[argyllcms] Re: Calibrating a digital photo frame

  • From: Martin Ling <martin-argyll@xxxxxxxx>
  • To: argyllcms@xxxxxxxxxxxxx
  • Date: Mon, 17 Dec 2007 18:46:21 +0000

On Mon, Dec 17, 2007 at 06:16:46PM +0100, Fr?d?ric Mantegazza wrote:
> Ok, I make some tests, using dispread (with the new -C option, to call a 
> script just waiting for a key pressed). I generated 100 patches with 
> printtarg, downloaded them to the photo frame, and launched dispread...
> The results are not very good, and I don't understand why.

100 patches is not very many at all, especially for an uncalibrated LCD
device. In my experience the targen default of 836 patches produced a
reasonable profile for my laptop display, while increasing this to 2000
got me better results in awkward dark areas. See also the guidance on
patch counts in http://www.argyllcms.com/doc7/targen.html of course.

> About conversion, I used jpegicc, from lcms project, but it does not seem 
> to be a very good job: even with quality 100, the compression is really to 
> much, and I see artefacts. I tried cctiff, but I need to convert images 
> from jepeg to tif, than from tif to jpeg in order to download then in the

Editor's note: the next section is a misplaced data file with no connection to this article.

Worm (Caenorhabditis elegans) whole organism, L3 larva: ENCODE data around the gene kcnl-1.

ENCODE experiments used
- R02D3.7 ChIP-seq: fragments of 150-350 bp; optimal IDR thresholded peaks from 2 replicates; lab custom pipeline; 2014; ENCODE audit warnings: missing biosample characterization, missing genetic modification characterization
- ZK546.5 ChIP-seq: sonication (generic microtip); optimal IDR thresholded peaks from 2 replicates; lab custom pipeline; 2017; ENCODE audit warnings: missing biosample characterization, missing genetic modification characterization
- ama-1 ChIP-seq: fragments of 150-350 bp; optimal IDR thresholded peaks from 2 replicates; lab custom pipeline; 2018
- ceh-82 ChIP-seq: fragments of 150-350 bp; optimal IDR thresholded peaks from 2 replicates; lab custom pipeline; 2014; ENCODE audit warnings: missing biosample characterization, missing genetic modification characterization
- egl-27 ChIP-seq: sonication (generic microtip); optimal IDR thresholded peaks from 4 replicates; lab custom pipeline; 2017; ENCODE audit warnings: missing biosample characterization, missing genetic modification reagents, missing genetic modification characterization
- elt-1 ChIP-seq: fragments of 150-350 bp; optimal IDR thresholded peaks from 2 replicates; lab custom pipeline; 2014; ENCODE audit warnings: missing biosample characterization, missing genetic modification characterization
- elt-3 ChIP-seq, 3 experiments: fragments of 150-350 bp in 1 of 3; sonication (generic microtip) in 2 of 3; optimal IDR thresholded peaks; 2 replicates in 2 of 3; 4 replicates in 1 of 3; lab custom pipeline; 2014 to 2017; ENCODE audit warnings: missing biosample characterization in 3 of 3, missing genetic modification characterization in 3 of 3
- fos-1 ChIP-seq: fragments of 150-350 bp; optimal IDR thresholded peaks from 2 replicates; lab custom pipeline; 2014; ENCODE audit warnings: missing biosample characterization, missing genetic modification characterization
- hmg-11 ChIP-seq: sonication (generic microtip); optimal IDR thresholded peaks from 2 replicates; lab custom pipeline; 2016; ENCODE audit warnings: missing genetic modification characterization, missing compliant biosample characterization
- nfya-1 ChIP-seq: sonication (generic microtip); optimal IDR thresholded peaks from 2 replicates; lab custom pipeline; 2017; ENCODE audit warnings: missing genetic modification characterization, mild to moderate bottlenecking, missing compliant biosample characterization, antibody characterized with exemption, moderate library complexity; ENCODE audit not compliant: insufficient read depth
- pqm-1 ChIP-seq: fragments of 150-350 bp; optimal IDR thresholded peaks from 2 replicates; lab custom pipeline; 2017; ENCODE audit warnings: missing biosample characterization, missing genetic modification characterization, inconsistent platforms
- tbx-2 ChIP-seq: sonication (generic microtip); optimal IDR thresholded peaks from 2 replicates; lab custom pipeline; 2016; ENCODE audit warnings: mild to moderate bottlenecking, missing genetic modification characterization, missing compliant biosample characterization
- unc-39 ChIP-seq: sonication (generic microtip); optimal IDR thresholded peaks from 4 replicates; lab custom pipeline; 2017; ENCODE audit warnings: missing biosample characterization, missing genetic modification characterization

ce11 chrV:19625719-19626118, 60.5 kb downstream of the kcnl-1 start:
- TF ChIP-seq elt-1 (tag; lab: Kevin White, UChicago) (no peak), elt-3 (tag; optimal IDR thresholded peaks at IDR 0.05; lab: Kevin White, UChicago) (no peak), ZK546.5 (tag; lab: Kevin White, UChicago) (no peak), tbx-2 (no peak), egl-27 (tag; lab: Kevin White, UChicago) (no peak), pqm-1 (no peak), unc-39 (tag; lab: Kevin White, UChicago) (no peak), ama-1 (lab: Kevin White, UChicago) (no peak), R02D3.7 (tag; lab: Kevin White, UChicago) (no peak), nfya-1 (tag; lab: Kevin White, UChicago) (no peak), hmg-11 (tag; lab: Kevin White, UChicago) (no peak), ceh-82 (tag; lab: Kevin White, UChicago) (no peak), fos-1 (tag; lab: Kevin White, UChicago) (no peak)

> photo frame. Is there a Argyll tool to convert jpeg files from one space 
> to another?

I think (Graham can no doubt confirm) that there's just cctiff. The fact
there's a quality option on the lcms tool at all suggests that it's
decompressing the JPEG, operating on the resulting image and then
recompressing. This is the most straightforward way of doing it but will
inevitably lead to degradation unless knowledge of the structure of the
original compressed data is used.

I think you will probably get the best results possible by converting
the image to TIFF, applying the colour transformation with cctiff, and
then reconverting to JPEG using the same subsampling settings and
quantisation tables as were used in saving the original images. The
cjpeg tool from the libjpeg project will let you specify these settings,
which should be possible to determine somehow from the SOF and DQT
markers in the original image.


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